Reactions so far have been mixed. These are completely surpising and unexpected results. People have been involved in this race on a more personal/involved perspective, hence expectations based on what we had observed led to bets on who would be The LaSallian’s next tough editors (i hate the word top. really.). However, unbiased and accountable basis for such results are needed to have credibility in the process. The scores spoke for themselves. A few flaws were put into light though. One is the length of the tough 3 exam, which was not at all feasible for 3 hours. Soft skills have been mentioned as well. As I said, the results were not expected. But how much power do subjective expectations have? As a scientist, quantifiable results beat subjective observations. There would be no point in trying to influence the system in working for your expectations. If it were so, then why not just appoint someone to the position?

In the end, it’s a matter of proving you’re worth the position you’re given. Life really takes you by surprise, and calculations are only made to understand the chaos that happens in nature. I’m proud of those three, and I will do everything I can to help them have a good start next school year. Good luck gu-uys. Drink red bull, coffee, and mag-gimik din kayo para di kayo magwawala. 😉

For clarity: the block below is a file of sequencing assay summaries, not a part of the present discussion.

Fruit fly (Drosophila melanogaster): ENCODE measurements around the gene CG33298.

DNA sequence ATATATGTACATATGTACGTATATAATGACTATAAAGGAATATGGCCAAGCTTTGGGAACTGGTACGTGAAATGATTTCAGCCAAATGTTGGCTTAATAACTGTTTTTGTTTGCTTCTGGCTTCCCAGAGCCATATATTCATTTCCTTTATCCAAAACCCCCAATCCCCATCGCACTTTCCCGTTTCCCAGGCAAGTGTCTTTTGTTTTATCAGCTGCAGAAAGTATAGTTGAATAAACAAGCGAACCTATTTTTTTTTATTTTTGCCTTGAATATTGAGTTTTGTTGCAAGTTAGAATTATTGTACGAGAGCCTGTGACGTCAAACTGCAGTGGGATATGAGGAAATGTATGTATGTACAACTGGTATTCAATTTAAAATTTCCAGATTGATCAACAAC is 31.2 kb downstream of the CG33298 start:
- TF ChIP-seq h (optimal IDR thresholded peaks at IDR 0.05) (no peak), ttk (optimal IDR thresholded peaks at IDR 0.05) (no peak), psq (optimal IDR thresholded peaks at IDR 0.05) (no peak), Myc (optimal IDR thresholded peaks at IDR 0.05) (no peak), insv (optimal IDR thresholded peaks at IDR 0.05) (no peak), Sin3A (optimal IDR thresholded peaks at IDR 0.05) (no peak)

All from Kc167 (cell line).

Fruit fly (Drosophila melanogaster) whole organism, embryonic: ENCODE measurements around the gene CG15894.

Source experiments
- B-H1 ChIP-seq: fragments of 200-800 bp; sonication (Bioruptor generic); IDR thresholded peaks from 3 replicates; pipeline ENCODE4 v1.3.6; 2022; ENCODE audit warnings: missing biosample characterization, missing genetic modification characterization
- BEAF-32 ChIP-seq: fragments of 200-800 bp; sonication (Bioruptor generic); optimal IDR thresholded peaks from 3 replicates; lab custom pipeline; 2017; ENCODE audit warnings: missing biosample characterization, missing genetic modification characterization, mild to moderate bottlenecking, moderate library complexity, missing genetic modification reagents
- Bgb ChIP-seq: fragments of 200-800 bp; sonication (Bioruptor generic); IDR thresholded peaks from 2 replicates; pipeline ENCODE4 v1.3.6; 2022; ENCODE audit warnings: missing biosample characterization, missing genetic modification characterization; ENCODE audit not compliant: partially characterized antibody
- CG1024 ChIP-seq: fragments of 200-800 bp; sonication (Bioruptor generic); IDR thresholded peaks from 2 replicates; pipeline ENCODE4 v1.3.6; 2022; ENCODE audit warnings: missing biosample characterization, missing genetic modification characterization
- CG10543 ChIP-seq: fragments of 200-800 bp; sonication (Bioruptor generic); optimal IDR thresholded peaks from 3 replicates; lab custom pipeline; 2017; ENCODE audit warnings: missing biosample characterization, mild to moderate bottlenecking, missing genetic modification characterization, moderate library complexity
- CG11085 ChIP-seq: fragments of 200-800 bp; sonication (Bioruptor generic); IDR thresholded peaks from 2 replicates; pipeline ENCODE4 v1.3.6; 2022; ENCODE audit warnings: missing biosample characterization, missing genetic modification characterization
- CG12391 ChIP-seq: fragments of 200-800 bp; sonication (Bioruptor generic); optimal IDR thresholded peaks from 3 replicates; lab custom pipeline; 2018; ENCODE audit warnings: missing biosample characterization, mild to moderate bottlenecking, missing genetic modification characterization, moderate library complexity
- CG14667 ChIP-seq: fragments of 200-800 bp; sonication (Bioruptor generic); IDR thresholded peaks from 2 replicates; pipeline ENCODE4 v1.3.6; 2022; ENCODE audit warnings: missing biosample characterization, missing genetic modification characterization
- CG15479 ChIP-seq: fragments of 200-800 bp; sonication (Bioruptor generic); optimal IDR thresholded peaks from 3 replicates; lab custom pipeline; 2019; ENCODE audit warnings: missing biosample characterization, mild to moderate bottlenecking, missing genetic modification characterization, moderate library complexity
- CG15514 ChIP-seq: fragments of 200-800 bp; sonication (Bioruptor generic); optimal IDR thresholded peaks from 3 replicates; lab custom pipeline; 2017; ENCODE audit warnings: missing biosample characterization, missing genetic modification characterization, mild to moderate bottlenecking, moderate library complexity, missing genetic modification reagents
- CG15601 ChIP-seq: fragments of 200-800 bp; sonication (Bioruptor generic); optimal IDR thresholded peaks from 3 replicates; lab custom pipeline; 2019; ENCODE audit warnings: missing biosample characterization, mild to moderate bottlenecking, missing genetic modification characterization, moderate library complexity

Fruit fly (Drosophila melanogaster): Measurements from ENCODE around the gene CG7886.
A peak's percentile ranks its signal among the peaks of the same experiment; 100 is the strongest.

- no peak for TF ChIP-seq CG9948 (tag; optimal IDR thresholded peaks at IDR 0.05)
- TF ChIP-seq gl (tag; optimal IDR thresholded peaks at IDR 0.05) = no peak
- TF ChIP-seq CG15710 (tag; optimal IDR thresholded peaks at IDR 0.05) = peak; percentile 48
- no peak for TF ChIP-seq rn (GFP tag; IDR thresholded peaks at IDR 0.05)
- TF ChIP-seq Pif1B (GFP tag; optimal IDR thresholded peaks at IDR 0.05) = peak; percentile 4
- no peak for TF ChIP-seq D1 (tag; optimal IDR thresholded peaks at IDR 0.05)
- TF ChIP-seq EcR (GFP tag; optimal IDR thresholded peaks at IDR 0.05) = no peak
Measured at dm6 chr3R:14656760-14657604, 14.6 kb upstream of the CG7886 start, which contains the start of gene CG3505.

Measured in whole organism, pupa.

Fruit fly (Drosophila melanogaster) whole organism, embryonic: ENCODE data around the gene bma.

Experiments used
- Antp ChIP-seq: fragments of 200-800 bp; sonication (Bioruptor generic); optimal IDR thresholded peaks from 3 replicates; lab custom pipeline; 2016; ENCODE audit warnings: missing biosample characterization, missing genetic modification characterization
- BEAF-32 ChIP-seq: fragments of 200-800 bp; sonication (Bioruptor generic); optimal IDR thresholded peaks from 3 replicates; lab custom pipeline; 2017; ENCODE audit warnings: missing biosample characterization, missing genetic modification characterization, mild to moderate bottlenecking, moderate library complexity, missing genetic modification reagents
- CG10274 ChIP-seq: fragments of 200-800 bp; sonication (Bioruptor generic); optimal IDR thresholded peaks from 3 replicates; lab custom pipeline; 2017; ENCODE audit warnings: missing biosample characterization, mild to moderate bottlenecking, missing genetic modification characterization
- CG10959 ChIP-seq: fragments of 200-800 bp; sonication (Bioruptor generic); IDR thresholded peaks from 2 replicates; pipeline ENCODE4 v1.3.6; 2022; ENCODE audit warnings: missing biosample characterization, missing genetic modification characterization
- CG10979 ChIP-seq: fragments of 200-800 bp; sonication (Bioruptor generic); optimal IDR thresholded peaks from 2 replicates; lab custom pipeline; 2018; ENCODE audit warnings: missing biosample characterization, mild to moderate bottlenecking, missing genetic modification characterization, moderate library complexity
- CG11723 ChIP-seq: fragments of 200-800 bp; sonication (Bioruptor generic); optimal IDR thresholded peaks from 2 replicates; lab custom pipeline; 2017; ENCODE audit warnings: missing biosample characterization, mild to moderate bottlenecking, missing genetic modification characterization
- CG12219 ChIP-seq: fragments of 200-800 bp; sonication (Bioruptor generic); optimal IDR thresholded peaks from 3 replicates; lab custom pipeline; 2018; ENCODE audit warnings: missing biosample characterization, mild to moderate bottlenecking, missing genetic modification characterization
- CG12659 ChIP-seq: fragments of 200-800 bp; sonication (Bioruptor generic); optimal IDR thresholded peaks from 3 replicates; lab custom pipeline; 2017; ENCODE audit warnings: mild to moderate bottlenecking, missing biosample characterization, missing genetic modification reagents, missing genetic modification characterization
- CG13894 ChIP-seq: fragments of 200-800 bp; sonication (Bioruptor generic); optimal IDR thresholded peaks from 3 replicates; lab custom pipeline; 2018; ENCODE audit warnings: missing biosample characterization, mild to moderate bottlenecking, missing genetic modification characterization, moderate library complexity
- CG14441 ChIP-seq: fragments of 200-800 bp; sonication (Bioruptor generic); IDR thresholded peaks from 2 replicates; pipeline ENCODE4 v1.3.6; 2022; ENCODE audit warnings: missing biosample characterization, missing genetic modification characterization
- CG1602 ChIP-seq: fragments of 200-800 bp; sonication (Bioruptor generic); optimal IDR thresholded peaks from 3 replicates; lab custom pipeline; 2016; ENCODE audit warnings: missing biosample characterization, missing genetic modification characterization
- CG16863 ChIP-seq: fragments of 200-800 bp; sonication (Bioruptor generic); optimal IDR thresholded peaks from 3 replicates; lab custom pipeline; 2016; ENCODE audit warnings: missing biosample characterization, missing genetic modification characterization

Change takes time. Therefore, in order to allow a drastic change to happen, it takes a lot of your time. Hence, it should be acknowledged that drastic changes for the sake of great improvement cannot be done in such little time, especially when exceeding such time has pressing consequences.

on being female